Displaced by a US Invasion? Don’t Imagine You’ll Be Welcomed to Breathe Free

In Afghanistan on 22 September at least 40 civilians attending a wedding party were killed in a raid conducted by Afghan soldiers and supported by US airstrikes. Four days earlier a US drone attack killed 30 civilians and injured 40 others while they were resting after collecting pine nuts in a forest.

The insurgents in Afghanistan are killing people, too, as evidenced by the plethora of suicide bombings, and the Taliban have stated that they will continue their fight against “foreign occupation”. The entire country is being torn apart by savagery on the part of all those involved. It is a broken nation. The number of refugees has swollen to unprecedented heights and suffering is unbelievable. As the nation went to elect a new president on September 27 the Asia Times reported that “Some 9.6 million Afghans are registered to vote, but many have lost any hope that – after 18 years of war – any leader can unify the fractious country and improve basic living conditions, boost the stagnating economy or bolster security.” Life is dire.

In some shops selling delicate objects there used to be signs cautioning potentially careless customers that “if you break it — you pay for it” which is a wise warning. Unfortunately there is no similar injunction in the United Nations Charter concerning governments that blitz or invade countries that have done them no harm. The countries blasted into chaos by the US, aided on occasions by the Pentagon’s sub-office in Brussels, nominal HQ of the NATO military alliance, include Afghanistan, Iraq and Libya, and it is salutary to reflect on what their wrecking means for the world and, more importantly, for their unfortunate citizens.

According to Amnesty International a massive Afghan refugee crisis has developed following the US invasion in 2001-2. The number of people internally displaced by conflict has risen to more than 2 million, and about 2.6 million Afghan refugees exist outside the country, about a million in Iran and 1.2 million in Pakistan, where the dedicated staff of the UN High Commissioner for Refugees continue to administer them. Currently the US Agency for International Development provides “refugee food Assistance” in 25 countries, 21 of them in Africa. Iraq is included, but not Afghanistan, Pakistan or Libya.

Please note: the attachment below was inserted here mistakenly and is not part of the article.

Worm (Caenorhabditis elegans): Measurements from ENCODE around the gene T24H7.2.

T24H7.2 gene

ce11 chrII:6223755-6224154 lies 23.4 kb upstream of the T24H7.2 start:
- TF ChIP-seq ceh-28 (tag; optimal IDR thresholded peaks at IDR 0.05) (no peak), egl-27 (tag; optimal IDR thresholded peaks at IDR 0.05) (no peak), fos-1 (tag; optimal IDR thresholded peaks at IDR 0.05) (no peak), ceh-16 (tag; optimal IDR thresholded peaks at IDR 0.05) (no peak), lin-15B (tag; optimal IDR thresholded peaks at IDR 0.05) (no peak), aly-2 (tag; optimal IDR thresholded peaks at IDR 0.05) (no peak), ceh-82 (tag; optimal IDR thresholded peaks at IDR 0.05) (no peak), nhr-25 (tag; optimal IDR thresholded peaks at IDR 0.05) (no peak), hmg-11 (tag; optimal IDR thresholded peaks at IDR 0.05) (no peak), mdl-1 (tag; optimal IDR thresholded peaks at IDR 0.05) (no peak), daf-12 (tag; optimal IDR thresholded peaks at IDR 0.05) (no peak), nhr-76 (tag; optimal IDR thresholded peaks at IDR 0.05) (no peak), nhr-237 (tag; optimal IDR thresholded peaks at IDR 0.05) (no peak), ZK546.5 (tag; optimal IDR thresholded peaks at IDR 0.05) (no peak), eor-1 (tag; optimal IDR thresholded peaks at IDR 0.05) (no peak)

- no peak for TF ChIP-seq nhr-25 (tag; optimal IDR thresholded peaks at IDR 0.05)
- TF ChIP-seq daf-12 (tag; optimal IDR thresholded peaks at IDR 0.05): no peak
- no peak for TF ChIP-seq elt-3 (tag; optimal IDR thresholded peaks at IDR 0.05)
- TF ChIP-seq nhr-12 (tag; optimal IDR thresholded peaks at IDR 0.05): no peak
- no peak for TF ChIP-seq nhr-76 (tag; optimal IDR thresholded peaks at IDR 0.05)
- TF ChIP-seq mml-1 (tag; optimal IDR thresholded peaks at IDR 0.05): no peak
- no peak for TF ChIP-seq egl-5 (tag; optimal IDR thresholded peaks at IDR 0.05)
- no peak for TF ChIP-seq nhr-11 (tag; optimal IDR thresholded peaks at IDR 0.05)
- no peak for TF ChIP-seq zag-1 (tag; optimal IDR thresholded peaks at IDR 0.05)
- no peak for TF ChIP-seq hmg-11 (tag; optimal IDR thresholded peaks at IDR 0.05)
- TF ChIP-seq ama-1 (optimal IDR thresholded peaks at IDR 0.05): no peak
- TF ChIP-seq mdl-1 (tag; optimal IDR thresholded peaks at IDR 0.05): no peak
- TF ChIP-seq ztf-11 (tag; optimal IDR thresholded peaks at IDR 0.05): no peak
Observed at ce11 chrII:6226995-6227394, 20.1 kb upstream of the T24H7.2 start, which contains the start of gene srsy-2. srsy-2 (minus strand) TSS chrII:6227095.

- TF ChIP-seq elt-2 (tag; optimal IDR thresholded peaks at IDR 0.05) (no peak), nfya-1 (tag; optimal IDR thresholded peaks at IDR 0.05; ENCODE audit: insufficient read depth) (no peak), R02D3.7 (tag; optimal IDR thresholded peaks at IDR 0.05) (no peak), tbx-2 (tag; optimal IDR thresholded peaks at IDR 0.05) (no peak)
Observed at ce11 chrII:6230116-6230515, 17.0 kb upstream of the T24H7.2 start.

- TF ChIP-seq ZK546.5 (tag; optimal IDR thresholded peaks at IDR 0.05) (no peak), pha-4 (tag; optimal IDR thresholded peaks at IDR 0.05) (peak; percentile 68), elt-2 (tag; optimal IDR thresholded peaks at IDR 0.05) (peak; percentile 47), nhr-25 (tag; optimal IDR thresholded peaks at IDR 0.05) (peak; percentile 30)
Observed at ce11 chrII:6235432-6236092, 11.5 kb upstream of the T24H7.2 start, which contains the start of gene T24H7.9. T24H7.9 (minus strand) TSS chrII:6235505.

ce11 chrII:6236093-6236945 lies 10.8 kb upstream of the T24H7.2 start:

Given the appalling world-wide refugee crisis, it is not surprising that the Trump administration has weighed in to make it worse. Not only does the Pentagon continue to blitz Afghanistan, Iraq and Libya, but Trump decided to drastically reduce the number of refugees permitted to enter the Land of the Free which until recently had been characterised by the wonderful words on the Statue of Liberty: “Give me your tired, your poor, your huddled masses yearning to breathe free.”

This sentiment, so evocative of the United States in its best years, has been repudiated by Trump’s acting director of Citizenship and Immigration Services, Kenneth T Cuccinelli, who said in August that the lines referred to “people coming from Europe” and that they should be amended to read “Give me your tired and your poor who can stand on their own two feet, and who will not become a public charge.” This less than compassionate declaration was criticised by Democrat Senator Elizabeth Warren who declared that “Our values are etched in stone on the Statue of Liberty,” but this cut no ice with Trump, who was reported on September 26 as having issued an order to drastically cut immigration to the United States, at the very time the number of displaced persons has exploded to over 70 million, worldwide.

President Trump has ordered that the number of refugees allowed into the US next year is to be cut to 18,000, down from the previous modest ceiling of 30,000. National Public Radio reported that this figure “represents the lowest number of refugees seeking protection from violence or political persecution allowed into the country since the modern refugee program was established in 1980.” It is the third time that Trump has cut immigration numbers and the new limit is “a more than 80% decline compared with the last year of the Obama administration, when the US allowed up to 110,000 refugees who were fleeing war, persecution and poverty to resettle in America.”